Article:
All in all, this is a great choice for beginners or intermediate players. And with features like 128-note polyphony and adjustable touch-response, this offers exceptional value for money.


  • 128-note polyphony
  • Adjustable touch response
  • 238 voices, chorus and reverb and effects, and two-voice layering


  • It’s heavy, so not the right choice if you’re looking for a portable keyboard
  • No Bluetooth connectivity.

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6. The ONE Smart Keyboard Pro 88-Key Digital Piano Keyboard

weighted keyboards 88 keys

If you’ve got serious money to invest in your keyboard, check out the Smart Keyboard Pro from The ONE.

The 88 full-sized keys have hammer action to replicate the feel of an acoustic piano. There is, however, less difference between the weight of the lower and higher notes than you’ll find on the real thing.

The touch-response is adjustable. That means you’ll get a pleasant playing experience whether you’re light or heavy-fingered.

There’s 128-note polyphony and realistic piano sound generated from ten layers of samples. A clever dual-purpose button allows you to adjust the volume and change the instrument voice. There’s a huge range of sounds too, including 691 timbres and 11 drum sets.

This is a particularly good option for beginners, whether or not you’re having paid tuition. The keys light up to get you playing in minutes. The modes on offer include illuminated sheet music, video tutorials, fun games and a crash course for fast results.

There’s also a USB-MIDI output, allowing you to connect the keyboard to your computer. That opens up a whole world of online tuition software, music samples and virtual instrument plug-ins. A record and playback function enables you to track your progress.

The colored lights are designed to work with The ONE Smart Piano app, but they’ll also work with Synthesia. The ONE app is fine, if a little limited. Whilst some songs are free, you’ll need to pay a download fee for many of them. And annoyingly, you can’t preview them before doing so.

Finally, it’s worth noting that with this one, you get a choice of finish. It’s available in either black or white to suit your interior design scheme.


  • Light-up keys to speed up learning
  • 128-note polyphony
  • 691 timbres and 11 drum sets


  • The ONE app is rather limited, with no option to preview music before download
  • Limited difference between the weight of the lower and higher keys.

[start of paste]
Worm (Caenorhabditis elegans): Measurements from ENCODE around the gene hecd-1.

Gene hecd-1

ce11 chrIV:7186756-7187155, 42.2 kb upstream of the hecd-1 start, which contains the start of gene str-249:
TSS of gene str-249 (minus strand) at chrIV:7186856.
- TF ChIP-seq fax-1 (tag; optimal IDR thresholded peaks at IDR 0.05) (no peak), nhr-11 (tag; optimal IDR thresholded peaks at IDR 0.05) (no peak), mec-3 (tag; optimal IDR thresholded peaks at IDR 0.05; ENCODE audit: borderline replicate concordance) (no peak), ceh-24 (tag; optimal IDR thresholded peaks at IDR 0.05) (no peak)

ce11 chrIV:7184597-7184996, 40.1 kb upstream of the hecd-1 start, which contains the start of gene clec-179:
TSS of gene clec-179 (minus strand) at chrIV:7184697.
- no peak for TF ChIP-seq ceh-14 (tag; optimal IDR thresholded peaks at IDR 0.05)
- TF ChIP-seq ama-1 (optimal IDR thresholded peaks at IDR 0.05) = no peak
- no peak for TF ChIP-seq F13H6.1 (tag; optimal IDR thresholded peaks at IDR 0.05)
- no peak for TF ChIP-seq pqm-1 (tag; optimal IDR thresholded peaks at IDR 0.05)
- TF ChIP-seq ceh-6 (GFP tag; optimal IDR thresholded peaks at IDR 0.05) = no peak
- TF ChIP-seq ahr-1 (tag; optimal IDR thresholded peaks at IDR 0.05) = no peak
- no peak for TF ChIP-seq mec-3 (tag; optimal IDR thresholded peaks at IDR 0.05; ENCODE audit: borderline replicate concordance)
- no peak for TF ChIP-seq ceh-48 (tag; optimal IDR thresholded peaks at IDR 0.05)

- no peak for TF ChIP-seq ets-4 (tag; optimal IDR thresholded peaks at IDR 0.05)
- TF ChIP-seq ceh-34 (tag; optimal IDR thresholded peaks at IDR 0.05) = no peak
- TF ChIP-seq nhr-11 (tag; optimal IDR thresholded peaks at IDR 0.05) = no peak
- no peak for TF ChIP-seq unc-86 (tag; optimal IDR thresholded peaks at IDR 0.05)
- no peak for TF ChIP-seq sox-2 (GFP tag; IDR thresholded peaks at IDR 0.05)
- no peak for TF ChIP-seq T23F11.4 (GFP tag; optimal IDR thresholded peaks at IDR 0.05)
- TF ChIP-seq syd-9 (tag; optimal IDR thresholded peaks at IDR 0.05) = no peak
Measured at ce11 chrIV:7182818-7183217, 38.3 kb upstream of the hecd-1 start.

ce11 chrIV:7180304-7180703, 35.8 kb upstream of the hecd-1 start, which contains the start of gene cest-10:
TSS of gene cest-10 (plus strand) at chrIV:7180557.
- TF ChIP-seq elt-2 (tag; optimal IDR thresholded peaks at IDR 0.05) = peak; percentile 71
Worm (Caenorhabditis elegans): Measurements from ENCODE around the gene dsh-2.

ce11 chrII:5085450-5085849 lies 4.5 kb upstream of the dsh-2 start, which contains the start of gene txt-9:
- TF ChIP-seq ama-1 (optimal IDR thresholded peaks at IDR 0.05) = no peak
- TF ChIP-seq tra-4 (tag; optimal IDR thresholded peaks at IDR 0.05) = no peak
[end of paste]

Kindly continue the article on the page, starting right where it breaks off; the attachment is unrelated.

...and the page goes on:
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7. Yamaha DGX660B 88-Key Weighted Digital Piano

electronic keyboard 88 weighted keys

The DGX660B is another keyboard that’s well worth considering if you have more cash to splash.

It comes with a furniture stand, and offers a whole range of other optional extras. If you’re looking for a bench or three-pedal unit, there are bundles available to suit. And if you’ve already got your furniture, there are accessories bundles including a sustain pedal, headphones and microphone.

But what about the keyboard itself? Well, the 88 keys here are full-sized, and they feature Yamaha’s graded hammer standard. It’s the same mechanism used on the P71, and creates the heavier feel on the lower keys that you’d get with an acoustic.

The sound here is rich and true. It’s generated by the Pure CF Sound Engine. This uses hi-tech sampling technology to replicate the sound of Yamaha’s CFIIIS grand piano.

It’s compatible with MIDI too. Play a MIDI song, and the LCD display will show you either the score or lyrics as it plays. It will also generate the notation for your own compositions. And you can use the built-in USB recorder to record and play them back.

You can also use a USB to download new songs from the MusicSoft site. You’ll be able to access sheet music and hit songs through the online “You are the Artist” music library.

There are also some great options here for beginners. The “Smart Chord” function will generate a full chord from one note played with your left hand. It will build simple triads for pop, or complex sevenths or ninths for jazz.